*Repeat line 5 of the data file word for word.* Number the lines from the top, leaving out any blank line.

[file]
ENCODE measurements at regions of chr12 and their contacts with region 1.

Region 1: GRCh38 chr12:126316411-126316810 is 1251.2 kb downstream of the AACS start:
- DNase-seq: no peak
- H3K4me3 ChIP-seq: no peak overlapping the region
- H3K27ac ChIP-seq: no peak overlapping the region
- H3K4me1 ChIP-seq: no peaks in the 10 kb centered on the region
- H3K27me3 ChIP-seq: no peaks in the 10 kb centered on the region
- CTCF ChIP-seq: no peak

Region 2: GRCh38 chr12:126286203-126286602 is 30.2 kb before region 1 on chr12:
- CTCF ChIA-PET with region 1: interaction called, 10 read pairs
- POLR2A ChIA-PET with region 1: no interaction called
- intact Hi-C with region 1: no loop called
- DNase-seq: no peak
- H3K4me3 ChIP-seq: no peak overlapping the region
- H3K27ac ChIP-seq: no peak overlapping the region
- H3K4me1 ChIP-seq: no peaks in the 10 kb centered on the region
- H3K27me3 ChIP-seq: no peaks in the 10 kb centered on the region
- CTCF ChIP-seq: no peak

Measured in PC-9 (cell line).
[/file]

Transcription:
- H3K27ac ChIP-seq: no peak overlapping the region